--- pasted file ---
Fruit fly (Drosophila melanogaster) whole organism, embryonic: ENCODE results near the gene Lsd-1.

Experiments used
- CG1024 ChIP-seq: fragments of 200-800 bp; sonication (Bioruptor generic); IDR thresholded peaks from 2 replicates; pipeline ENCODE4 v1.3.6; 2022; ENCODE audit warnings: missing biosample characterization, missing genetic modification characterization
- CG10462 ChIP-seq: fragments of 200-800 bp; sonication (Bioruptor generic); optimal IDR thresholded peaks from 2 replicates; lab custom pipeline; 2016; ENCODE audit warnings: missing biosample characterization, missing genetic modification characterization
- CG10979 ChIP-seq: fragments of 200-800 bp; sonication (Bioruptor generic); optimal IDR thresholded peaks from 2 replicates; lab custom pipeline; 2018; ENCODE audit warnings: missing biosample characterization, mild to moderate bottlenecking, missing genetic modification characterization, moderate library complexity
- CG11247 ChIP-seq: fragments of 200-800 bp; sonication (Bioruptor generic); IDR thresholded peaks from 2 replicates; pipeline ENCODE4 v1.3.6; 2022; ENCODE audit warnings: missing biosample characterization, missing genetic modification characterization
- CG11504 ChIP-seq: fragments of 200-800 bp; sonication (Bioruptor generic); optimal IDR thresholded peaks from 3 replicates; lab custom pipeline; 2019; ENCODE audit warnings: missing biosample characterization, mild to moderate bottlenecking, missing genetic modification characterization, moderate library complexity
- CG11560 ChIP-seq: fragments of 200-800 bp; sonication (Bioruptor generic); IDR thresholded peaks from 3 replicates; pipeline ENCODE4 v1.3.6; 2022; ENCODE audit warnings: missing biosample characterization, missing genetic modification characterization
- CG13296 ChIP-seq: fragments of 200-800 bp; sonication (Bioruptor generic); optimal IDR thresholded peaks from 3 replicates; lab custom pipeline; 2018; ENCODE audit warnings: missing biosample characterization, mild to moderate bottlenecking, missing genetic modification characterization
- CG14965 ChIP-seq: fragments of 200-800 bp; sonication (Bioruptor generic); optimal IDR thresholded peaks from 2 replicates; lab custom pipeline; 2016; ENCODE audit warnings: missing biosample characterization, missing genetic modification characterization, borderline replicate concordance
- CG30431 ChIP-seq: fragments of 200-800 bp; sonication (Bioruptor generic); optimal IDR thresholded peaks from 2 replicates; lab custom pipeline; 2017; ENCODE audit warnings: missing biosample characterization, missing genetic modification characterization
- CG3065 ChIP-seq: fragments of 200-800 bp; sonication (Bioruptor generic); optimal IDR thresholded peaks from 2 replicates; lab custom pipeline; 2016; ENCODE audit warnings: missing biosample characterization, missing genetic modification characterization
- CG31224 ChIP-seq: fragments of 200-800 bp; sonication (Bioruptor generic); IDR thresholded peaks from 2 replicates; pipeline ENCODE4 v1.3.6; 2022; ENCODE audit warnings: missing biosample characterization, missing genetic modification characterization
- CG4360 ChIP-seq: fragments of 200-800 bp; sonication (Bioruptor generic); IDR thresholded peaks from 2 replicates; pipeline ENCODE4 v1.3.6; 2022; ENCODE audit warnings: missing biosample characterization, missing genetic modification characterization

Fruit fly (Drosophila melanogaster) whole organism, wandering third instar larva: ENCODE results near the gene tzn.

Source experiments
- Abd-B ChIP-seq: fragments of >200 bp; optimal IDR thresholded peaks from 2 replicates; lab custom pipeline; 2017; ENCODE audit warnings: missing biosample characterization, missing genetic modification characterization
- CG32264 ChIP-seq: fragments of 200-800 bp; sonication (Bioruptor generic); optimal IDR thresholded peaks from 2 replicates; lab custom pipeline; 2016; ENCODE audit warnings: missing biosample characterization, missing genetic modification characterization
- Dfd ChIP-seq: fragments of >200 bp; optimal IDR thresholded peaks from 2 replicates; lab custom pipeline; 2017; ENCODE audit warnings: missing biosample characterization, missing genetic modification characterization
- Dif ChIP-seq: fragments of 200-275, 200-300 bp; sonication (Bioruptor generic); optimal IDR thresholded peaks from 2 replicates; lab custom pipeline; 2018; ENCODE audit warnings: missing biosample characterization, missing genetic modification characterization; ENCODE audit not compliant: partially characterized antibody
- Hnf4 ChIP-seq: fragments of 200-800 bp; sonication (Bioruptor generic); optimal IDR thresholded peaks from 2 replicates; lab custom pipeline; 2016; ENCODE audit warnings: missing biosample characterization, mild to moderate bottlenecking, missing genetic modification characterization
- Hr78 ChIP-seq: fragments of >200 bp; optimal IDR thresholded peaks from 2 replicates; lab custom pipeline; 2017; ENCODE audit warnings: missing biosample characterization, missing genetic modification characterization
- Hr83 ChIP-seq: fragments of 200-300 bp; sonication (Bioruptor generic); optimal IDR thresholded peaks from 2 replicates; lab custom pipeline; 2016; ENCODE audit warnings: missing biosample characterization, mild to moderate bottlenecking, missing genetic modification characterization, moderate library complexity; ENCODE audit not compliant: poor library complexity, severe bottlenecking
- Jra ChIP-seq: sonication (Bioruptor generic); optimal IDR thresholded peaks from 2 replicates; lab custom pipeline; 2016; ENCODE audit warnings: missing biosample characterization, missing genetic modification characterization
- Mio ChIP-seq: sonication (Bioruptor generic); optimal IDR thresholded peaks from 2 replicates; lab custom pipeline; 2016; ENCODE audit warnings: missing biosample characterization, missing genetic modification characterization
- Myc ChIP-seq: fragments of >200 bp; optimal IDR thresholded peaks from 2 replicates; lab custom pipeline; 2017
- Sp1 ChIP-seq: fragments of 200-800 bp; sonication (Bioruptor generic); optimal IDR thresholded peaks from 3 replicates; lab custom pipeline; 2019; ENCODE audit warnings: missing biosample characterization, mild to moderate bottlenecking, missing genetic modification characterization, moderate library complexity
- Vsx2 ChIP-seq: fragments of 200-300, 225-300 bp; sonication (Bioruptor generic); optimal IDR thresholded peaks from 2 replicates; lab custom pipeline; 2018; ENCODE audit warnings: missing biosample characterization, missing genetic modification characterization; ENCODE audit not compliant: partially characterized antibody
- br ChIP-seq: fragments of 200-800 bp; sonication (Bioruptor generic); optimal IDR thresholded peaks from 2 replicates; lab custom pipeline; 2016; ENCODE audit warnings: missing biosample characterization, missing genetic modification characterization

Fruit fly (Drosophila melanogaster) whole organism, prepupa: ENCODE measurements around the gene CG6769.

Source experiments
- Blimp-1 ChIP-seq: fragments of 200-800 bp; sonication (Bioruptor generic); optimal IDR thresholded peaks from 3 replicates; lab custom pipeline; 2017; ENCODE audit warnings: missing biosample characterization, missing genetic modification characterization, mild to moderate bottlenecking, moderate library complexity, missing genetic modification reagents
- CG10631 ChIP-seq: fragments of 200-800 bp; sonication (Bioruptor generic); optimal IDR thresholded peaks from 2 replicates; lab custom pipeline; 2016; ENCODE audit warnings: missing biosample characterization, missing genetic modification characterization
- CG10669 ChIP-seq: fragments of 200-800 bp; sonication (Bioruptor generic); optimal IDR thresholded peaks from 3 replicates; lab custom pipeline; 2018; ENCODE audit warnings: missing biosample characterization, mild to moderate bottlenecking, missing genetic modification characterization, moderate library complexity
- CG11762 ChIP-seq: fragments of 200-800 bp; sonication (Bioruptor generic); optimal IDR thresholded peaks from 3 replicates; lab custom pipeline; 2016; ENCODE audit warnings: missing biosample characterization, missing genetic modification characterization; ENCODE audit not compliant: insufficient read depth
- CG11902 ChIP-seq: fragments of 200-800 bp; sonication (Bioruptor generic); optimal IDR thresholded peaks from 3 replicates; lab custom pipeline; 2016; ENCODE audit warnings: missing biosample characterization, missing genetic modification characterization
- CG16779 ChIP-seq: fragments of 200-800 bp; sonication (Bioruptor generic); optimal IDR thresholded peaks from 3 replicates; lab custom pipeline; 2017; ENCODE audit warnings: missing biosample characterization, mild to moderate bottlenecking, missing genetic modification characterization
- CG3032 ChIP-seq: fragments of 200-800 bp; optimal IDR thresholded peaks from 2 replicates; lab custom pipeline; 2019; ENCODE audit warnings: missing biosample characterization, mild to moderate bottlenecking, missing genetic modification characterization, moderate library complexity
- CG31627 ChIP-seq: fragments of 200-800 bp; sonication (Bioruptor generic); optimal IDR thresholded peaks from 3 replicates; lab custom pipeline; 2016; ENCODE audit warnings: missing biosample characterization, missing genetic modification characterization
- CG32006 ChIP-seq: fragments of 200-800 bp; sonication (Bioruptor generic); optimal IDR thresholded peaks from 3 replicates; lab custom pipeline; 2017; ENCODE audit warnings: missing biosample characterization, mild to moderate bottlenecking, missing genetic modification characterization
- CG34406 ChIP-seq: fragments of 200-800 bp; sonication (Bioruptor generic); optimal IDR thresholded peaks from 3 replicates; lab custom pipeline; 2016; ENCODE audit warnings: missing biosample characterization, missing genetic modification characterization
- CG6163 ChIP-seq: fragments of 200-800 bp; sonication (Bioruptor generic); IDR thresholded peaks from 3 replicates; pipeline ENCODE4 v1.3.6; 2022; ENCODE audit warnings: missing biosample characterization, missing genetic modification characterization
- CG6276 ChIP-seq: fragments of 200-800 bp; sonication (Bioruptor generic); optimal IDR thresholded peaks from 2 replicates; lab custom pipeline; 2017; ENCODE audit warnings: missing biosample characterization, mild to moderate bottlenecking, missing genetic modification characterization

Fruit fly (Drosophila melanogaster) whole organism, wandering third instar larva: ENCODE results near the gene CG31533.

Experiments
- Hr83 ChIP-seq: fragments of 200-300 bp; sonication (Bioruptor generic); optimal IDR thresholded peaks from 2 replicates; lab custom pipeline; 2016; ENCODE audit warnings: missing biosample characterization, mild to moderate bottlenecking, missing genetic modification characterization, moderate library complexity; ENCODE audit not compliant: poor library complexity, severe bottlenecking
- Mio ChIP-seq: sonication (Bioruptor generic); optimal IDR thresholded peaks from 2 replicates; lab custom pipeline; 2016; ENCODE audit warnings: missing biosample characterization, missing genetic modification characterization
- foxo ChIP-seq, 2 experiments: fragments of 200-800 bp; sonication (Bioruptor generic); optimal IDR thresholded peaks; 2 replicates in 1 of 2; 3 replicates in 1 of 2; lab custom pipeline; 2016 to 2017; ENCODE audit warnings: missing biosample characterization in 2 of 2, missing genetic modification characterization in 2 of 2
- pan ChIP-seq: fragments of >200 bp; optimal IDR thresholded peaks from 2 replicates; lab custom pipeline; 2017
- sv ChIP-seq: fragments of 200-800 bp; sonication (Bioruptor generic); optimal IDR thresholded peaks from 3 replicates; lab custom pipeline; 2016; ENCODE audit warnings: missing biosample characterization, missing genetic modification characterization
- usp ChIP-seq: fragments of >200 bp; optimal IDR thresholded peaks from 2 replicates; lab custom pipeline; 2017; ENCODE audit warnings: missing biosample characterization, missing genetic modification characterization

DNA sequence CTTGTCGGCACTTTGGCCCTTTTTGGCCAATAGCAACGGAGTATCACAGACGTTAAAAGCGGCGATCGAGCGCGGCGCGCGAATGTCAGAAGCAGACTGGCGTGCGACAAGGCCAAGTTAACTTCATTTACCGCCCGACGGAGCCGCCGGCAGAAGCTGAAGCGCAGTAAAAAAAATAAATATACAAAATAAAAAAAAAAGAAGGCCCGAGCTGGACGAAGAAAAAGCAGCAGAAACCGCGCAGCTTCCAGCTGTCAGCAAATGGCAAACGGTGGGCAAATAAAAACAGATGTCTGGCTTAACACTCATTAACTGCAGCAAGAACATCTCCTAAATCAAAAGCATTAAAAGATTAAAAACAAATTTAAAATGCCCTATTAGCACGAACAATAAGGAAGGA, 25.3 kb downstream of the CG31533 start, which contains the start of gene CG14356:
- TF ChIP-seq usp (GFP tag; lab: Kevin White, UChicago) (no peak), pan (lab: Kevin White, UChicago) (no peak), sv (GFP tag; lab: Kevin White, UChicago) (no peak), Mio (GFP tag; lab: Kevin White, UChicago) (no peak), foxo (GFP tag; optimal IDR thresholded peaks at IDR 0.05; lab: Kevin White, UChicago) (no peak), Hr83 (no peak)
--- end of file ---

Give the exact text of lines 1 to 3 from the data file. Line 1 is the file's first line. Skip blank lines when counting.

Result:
Fruit fly (Drosophila melanogaster) whole organism, embryonic: ENCODE results near the gene Lsd-1.

Experiments used
- CG1024 ChIP-seq: fragments of 200-800 bp; sonication (Bioruptor generic); IDR thresholded peaks from 2 replicates; pipeline ENCODE4 v1.3.6; 2022; ENCODE audit warnings: missing biosample characterization, missing genetic modification characterization